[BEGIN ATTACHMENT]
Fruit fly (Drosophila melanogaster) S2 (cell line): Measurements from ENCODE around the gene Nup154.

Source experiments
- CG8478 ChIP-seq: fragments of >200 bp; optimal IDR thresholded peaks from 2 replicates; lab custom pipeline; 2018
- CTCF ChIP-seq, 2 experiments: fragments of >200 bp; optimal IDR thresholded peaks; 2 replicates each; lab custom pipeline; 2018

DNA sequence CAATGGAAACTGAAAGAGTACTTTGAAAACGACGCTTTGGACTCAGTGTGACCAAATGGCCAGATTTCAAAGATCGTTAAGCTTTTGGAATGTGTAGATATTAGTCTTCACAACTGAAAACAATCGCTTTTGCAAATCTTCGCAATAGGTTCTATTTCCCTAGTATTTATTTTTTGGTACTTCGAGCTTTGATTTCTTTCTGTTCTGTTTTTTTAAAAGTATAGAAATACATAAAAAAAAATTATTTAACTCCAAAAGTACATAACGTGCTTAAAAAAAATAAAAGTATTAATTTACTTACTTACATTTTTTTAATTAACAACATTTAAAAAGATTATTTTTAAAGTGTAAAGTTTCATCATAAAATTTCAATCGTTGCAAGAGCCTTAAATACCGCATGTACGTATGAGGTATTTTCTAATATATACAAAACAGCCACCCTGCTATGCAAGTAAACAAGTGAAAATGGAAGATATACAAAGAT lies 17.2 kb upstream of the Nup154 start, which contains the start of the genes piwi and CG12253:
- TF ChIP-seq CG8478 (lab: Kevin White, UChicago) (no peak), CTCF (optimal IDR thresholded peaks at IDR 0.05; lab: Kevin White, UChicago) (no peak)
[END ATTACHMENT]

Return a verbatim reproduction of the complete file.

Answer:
Fruit fly (Drosophila melanogaster) S2 (cell line): Measurements from ENCODE around the gene Nup154.

Source experiments
- CG8478 ChIP-seq: fragments of >200 bp; optimal IDR thresholded peaks from 2 replicates; lab custom pipeline; 2018
- CTCF ChIP-seq, 2 experiments: fragments of >200 bp; optimal IDR thresholded peaks; 2 replicates each; lab custom pipeline; 2018

DNA sequence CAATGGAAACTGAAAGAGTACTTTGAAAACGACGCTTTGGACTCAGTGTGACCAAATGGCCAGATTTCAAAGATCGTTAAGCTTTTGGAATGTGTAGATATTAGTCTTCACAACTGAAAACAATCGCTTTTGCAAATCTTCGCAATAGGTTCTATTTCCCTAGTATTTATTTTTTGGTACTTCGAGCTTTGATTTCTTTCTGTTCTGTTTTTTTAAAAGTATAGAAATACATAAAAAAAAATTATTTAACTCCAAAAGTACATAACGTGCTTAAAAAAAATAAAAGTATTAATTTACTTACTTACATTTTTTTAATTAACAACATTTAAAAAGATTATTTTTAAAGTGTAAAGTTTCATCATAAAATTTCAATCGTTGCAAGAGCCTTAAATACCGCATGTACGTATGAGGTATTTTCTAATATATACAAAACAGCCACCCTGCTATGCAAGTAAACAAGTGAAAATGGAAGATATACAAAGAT lies 17.2 kb upstream of the Nup154 start, which contains the start of the genes piwi and CG12253:
- TF ChIP-seq CG8478 (lab: Kevin White, UChicago) (no peak), CTCF (optimal IDR thresholded peaks at IDR 0.05; lab: Kevin White, UChicago) (no peak)